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Bobbie Gentry

6 105 fãs

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Fancy Bobbie Gentry 04:15
Ode To Billie Joe Bobbie Gentry 04:14
He Made A Woman Out Of Me Bobbie Gentry 02:31
I Wouldn't Be Surprised Bobbie Gentry 03:25
Reunion Bobbie Gentry 02:36
You've Made Me So Very Happy Bobbie Gentry 03:21
Seasons Come, Seasons Go Bobbie Gentry 02:50
The Fool On The Hill Bobbie Gentry 03:48
Gentle On My Mind Bobbie Gentry, Glen Campbell 03:10
Son Of A Preacher Man Bobbie Gentry 02:06

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Mississippi Delta
I Saw An Angel Die
Chickasaw County Child
Sunday Best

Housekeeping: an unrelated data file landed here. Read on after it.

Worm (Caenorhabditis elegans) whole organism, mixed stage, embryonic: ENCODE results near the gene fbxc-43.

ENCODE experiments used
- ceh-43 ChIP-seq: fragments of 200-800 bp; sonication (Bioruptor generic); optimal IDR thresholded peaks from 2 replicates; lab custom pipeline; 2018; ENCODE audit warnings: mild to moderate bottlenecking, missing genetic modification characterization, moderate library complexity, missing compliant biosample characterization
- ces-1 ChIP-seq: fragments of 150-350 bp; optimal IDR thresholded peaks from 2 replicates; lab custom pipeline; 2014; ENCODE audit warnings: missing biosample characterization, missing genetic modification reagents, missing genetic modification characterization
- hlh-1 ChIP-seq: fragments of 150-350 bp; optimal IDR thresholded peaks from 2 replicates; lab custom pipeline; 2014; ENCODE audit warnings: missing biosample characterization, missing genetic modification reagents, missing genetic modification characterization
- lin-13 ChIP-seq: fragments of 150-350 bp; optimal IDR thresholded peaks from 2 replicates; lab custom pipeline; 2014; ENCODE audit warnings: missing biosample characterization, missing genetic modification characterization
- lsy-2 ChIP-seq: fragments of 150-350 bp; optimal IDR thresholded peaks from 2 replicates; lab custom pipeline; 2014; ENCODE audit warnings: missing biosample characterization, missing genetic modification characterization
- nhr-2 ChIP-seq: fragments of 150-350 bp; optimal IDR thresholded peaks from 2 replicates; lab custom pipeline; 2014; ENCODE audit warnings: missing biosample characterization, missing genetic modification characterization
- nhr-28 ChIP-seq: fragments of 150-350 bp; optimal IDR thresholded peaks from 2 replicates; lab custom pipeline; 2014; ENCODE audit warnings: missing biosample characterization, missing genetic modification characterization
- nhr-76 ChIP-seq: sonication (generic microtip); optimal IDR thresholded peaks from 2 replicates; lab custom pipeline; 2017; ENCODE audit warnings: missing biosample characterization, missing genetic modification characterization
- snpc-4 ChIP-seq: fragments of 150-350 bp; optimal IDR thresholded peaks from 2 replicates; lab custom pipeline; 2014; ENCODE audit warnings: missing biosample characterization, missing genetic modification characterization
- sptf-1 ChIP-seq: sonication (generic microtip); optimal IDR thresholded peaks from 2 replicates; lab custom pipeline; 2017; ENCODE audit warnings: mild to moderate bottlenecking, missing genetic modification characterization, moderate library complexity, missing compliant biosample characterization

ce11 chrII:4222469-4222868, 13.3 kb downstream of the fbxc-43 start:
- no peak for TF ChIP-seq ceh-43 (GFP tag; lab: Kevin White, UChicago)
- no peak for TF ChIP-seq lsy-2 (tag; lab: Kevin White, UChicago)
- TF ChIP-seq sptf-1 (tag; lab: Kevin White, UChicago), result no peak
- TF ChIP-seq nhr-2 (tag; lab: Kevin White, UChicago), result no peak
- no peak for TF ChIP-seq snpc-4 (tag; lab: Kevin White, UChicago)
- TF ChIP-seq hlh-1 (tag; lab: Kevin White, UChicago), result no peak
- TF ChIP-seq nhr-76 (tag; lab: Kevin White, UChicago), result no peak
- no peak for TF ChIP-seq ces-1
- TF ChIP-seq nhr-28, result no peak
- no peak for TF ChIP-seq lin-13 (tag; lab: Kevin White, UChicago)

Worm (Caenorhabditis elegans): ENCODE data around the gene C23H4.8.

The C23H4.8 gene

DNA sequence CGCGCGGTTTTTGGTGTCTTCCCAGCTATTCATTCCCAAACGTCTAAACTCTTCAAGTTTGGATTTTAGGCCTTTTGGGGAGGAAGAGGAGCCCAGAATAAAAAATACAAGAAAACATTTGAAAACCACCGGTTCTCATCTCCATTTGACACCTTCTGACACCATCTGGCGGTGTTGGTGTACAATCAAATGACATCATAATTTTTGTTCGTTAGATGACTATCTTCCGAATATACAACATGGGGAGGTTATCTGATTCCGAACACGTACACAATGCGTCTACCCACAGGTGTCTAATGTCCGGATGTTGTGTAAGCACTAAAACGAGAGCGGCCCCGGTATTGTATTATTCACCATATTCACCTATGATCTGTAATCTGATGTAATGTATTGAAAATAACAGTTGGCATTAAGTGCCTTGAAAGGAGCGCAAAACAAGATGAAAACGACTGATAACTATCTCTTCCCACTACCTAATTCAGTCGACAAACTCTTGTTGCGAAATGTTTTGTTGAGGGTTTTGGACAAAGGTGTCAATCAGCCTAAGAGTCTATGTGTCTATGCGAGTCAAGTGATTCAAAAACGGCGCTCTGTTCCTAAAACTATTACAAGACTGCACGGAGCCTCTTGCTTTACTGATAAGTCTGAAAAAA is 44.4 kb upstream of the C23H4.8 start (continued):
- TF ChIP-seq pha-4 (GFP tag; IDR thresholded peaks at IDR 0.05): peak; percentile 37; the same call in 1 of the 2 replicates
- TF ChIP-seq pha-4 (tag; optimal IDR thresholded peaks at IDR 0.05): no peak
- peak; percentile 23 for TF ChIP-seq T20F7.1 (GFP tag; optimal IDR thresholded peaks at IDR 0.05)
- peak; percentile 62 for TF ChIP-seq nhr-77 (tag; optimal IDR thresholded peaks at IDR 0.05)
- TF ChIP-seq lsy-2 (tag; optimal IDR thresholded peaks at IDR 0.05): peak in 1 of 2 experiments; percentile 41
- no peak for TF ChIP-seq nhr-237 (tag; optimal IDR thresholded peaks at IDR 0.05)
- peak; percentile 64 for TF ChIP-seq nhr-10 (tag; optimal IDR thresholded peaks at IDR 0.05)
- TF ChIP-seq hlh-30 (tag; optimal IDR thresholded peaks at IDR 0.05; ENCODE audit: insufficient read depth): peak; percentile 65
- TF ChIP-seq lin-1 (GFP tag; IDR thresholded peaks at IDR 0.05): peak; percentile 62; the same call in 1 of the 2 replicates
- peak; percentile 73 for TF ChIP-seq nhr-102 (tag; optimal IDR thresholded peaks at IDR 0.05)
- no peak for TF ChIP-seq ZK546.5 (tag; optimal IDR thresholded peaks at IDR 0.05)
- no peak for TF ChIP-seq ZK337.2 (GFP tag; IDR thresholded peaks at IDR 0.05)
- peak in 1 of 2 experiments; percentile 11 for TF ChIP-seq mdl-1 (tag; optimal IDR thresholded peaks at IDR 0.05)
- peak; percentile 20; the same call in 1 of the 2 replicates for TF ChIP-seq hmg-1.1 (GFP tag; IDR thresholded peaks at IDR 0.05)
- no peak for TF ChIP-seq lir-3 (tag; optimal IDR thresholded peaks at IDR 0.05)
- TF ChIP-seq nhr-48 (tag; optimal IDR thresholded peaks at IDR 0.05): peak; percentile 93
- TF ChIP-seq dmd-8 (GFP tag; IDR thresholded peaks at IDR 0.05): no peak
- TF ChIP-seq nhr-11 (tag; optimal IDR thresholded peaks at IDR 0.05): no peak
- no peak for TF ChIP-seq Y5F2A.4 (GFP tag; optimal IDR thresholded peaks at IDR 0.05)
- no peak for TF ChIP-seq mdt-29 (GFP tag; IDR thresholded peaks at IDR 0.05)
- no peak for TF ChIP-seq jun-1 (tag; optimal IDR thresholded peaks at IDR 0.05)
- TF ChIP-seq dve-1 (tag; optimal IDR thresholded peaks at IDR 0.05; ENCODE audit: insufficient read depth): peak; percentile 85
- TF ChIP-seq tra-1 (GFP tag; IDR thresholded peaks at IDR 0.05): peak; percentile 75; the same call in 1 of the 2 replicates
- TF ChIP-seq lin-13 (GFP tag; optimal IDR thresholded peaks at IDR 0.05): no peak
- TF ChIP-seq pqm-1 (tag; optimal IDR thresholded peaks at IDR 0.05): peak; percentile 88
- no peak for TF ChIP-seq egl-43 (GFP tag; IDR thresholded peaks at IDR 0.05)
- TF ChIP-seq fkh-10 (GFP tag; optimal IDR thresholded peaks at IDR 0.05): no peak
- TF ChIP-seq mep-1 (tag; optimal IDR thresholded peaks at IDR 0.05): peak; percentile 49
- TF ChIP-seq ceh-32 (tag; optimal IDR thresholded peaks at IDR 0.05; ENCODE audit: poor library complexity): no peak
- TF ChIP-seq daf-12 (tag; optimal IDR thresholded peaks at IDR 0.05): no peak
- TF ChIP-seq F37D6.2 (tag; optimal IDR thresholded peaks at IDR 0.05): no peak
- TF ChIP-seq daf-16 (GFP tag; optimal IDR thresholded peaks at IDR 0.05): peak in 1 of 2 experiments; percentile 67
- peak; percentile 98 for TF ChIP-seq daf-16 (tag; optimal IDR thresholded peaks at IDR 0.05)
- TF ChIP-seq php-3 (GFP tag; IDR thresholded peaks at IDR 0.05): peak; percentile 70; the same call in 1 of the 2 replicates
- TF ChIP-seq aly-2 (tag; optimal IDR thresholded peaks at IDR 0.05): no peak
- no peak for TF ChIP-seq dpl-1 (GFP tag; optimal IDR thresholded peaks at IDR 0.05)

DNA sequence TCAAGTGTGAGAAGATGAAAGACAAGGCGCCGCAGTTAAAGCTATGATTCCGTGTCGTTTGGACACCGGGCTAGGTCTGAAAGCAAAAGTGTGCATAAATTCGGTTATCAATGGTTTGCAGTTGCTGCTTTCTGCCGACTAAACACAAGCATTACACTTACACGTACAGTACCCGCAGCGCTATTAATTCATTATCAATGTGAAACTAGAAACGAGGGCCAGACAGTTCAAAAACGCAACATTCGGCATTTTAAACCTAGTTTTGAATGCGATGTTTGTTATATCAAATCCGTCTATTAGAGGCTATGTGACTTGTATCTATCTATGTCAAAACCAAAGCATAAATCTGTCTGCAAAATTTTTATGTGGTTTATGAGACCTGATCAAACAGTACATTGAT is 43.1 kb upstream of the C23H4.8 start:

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Roberta Lee Streeter (July 27, 1942), aka Bobbie Gentry, is an American singer-songwriter and country performer, mostly known for her 1967 hit, “Ode to Billie Joe.” Born into a poor family in Chickasaw County, Mississippi, she wrote her first song at the age of 7 after her grandmother traded one of the family’s milk cows for a piano. She also learnt how to play the piano and the banjo while living with her father in Greenwood, Mississippi. At the age of 13, she moved to Palm Springs with her mother, only to relocate to Los Angeles a few years later. There, she studied philosophy at UCLA and performed occasionally at nightclubs and country clubs. In 1966, she made her recording debut with singer Jody Reynolds on the single “Stranger in the Mirror” while studying at the Los Angeles Conservatory of Music. Eventually, she cut out a demo that caught the attention of Capitol Records. Ode to Billie Joe, her major label debut, arrived in 1967 and climbed to the top of the charts propelled by its title track, a lushly orchestrated country song that spent four consecutive weeks at Number 1 on the Billboard Hot 100. The album also earned Bobbie Gentry two Grammy Awards for Best New Artist and Best Female Pop Vocal Performance. In the following years, Bobbie Gentry delivered six more LPs for Capitol—The Delta Sweete (1968), Local Gentry (1968), Bobbie Gentry and Glen Campbell (1968), Touch 'Em with Love (1969), Fancy (1970), and Patchwork (1971)—before a legal dispute with the label prevented her from releasing any new original material. She mainly remained active through her own variety TV show The Bobbie Gentry Happiness Hour, which aired in 1974, and as a co-writer for the 1976 film adaptation of her single “Ode to Billie Joe.” Her last public appearance dates back to 1982 when she attended the Academy of Country Music Awards.